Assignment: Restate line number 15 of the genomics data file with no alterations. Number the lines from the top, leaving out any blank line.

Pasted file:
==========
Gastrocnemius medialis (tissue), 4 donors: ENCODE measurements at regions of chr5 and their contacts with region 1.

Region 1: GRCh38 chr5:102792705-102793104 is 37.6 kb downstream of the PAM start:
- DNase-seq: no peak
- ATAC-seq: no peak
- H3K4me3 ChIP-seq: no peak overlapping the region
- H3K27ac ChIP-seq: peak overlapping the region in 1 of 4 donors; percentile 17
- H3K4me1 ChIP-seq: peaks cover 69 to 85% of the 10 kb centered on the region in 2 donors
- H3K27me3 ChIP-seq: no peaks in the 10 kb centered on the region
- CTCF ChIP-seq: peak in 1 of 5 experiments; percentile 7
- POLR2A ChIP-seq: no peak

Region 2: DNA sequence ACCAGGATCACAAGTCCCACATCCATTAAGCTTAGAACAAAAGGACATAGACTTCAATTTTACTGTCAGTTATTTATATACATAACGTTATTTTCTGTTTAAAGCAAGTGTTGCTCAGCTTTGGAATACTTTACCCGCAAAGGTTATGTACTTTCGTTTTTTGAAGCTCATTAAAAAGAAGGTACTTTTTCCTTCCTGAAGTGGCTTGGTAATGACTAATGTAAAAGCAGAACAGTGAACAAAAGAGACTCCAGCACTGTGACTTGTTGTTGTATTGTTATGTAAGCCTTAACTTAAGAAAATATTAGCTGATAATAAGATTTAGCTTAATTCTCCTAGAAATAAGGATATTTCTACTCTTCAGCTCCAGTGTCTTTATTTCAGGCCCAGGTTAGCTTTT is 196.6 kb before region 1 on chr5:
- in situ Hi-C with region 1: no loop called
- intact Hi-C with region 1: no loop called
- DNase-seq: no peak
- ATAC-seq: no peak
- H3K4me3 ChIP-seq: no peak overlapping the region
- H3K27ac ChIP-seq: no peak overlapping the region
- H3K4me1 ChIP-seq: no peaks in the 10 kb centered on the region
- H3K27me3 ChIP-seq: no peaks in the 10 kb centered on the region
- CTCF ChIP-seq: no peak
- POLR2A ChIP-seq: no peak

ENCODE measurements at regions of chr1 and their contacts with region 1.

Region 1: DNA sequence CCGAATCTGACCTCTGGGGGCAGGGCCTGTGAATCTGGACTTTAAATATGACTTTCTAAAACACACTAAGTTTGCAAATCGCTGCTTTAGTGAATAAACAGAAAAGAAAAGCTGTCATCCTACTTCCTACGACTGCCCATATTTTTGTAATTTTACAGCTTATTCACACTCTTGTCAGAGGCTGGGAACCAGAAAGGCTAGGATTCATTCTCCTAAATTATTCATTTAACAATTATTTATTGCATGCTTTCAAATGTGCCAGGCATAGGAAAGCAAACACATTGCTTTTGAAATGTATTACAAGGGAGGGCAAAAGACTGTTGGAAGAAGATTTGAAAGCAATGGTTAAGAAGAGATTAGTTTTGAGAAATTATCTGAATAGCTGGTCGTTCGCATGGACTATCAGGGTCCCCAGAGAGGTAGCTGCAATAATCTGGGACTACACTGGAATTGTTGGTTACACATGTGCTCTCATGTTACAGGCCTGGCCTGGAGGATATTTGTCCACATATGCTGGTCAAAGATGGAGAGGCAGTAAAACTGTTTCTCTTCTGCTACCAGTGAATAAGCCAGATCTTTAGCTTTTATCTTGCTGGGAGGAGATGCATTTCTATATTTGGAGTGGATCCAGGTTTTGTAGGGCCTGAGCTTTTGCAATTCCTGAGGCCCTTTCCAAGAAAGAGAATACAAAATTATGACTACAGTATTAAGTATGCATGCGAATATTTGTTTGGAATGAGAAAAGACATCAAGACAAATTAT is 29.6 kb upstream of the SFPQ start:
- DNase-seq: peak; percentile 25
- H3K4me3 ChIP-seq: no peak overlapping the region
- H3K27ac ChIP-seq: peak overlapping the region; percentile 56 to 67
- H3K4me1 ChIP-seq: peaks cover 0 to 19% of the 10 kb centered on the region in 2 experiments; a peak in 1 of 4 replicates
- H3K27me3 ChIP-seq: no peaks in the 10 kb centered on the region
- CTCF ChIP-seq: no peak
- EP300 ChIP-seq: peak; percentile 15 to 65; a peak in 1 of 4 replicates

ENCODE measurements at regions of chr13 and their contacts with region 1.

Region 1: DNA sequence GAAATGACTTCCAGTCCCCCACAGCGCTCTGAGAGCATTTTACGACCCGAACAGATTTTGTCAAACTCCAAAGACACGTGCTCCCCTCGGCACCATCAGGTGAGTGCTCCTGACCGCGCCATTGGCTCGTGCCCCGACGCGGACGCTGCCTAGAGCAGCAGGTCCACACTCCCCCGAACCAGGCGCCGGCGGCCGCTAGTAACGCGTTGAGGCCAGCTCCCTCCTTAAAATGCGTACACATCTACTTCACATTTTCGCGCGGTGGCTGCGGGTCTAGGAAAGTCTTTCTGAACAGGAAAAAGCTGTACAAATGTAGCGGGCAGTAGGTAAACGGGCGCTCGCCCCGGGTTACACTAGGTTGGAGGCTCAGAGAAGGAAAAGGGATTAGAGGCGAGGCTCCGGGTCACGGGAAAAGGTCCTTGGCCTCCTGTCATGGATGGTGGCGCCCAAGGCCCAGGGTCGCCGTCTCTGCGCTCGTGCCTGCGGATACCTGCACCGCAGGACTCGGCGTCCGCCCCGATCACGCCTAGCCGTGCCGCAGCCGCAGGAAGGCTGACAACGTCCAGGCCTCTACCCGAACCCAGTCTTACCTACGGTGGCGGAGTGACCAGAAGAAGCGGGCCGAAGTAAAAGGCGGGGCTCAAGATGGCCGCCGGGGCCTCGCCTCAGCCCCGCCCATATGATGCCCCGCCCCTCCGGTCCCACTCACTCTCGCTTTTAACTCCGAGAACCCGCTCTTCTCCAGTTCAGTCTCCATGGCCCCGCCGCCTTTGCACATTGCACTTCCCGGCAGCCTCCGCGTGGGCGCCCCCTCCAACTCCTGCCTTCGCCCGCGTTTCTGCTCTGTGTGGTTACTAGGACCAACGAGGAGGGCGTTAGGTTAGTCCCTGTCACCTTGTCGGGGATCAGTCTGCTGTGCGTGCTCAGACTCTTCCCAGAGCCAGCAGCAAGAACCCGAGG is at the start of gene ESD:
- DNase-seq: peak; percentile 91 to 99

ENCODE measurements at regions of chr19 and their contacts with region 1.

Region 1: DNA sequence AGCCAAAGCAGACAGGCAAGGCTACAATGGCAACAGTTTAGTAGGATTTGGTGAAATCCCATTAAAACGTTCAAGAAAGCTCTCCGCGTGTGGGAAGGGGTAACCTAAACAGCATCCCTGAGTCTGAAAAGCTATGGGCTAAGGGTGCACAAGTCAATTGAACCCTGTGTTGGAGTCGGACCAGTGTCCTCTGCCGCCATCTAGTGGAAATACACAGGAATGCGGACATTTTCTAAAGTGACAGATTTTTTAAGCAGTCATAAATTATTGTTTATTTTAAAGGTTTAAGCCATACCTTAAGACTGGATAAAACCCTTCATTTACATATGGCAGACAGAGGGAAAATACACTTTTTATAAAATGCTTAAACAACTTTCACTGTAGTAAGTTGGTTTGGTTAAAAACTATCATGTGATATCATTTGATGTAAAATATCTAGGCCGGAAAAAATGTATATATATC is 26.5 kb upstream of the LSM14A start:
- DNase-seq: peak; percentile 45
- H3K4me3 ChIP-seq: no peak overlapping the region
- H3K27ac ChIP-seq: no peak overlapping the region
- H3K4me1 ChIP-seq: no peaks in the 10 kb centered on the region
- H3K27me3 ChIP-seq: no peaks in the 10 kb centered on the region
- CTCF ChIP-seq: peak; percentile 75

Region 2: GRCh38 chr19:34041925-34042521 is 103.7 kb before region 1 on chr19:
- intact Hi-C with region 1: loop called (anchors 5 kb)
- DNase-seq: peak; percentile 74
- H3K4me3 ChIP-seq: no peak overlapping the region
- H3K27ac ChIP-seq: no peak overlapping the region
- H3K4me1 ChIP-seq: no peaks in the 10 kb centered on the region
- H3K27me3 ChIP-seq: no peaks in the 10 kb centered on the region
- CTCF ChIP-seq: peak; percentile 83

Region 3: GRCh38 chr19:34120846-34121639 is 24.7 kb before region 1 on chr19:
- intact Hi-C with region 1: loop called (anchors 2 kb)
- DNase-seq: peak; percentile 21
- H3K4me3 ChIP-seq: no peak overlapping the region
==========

- ATAC-seq: no peak